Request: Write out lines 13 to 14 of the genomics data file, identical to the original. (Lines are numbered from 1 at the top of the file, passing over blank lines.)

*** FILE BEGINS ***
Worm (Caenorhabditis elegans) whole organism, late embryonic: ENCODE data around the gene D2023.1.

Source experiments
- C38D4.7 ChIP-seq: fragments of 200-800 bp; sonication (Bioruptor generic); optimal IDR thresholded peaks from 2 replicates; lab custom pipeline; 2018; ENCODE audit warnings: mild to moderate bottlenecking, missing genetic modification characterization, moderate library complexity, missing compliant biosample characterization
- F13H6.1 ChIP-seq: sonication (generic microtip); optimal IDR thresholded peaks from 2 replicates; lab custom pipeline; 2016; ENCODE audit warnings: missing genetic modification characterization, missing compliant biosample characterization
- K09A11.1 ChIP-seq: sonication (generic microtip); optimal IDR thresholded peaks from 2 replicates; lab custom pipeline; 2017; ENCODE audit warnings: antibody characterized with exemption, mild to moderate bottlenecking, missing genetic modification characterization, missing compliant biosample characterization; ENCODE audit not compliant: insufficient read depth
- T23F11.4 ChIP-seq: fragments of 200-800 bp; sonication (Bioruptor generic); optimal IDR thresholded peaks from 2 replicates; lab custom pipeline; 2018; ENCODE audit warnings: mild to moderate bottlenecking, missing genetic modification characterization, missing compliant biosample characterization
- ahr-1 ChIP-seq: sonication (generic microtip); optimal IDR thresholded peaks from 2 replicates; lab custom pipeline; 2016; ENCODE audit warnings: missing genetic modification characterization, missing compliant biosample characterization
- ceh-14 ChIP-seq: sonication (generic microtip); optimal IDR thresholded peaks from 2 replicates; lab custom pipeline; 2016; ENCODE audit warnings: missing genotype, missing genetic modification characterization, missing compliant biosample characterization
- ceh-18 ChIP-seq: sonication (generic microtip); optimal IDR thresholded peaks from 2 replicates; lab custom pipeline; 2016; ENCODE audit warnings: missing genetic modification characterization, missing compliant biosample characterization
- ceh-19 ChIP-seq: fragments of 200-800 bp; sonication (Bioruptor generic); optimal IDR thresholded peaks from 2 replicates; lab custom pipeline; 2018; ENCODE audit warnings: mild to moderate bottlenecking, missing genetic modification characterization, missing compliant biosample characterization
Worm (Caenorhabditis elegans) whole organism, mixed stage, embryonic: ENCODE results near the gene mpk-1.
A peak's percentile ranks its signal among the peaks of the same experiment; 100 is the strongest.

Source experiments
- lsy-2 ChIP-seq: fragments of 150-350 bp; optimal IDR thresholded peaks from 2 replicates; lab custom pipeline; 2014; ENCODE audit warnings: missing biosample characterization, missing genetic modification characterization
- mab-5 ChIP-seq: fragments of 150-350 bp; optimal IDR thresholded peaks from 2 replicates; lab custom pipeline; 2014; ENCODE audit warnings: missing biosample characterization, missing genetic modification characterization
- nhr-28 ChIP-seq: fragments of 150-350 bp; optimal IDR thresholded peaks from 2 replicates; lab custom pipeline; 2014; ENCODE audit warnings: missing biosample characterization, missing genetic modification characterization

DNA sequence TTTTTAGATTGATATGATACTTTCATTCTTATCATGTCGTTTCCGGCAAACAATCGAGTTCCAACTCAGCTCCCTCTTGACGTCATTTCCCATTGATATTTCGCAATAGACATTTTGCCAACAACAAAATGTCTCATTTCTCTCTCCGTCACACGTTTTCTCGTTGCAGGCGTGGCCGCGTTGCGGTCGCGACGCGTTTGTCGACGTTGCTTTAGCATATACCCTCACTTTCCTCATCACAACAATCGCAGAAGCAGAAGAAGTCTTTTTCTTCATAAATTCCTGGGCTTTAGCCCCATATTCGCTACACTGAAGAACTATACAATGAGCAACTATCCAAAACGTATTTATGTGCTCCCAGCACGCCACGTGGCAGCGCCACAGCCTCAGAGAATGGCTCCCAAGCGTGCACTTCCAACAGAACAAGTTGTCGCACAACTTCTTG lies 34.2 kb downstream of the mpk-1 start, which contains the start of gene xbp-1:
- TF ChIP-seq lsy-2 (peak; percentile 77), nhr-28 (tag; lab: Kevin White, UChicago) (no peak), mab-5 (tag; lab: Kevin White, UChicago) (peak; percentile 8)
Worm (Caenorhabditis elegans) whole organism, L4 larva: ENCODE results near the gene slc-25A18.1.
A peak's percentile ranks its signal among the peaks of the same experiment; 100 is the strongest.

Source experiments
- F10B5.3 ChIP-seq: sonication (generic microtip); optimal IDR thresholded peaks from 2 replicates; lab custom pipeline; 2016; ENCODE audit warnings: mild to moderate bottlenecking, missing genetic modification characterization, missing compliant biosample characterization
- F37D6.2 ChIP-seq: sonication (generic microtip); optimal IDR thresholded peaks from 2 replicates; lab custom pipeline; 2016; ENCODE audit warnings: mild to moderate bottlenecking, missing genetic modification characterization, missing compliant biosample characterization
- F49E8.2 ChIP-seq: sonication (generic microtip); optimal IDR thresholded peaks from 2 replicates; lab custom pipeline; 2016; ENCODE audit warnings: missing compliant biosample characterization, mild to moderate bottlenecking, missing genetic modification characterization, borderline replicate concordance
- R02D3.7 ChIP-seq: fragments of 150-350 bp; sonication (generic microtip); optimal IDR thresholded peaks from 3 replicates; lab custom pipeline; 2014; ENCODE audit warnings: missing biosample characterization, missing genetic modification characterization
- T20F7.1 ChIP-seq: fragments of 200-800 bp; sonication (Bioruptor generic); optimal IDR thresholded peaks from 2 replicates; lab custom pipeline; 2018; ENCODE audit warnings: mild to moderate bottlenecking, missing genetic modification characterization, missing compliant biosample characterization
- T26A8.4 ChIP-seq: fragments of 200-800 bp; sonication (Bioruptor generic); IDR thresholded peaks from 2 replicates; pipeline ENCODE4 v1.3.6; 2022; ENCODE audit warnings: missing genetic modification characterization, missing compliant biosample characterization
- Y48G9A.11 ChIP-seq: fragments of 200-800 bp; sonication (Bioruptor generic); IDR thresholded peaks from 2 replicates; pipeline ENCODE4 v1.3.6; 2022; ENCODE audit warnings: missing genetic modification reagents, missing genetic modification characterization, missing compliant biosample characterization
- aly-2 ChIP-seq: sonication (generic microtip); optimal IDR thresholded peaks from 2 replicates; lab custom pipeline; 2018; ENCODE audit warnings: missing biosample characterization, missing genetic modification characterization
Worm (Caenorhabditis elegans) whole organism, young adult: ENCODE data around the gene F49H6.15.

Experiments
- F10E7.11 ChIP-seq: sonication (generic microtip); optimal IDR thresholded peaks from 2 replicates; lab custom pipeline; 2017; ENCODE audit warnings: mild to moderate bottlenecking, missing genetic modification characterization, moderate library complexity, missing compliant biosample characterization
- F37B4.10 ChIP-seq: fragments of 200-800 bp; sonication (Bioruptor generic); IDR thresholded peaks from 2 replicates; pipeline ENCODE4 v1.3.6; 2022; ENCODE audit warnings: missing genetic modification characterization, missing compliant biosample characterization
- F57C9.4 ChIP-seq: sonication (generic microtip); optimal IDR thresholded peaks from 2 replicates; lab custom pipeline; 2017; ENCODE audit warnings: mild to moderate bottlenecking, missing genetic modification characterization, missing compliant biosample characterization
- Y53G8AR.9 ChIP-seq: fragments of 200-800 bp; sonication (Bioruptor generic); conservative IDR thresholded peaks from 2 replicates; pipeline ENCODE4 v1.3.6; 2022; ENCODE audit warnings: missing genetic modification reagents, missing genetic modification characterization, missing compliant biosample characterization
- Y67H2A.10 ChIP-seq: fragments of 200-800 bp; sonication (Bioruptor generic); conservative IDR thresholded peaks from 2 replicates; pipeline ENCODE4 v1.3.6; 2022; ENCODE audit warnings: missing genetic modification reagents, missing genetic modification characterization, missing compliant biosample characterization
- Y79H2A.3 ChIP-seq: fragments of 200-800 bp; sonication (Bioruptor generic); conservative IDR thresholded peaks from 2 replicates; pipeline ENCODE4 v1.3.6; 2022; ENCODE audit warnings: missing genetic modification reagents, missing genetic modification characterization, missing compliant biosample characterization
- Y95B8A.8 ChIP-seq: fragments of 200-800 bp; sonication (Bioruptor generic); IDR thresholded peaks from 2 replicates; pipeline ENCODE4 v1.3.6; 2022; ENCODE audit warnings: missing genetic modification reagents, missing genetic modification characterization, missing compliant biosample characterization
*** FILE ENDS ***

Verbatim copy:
Source experiments
- lsy-2 ChIP-seq: fragments of 150-350 bp; optimal IDR thresholded peaks from 2 replicates; lab custom pipeline; 2014; ENCODE audit warnings: missing biosample characterization, missing genetic modification characterization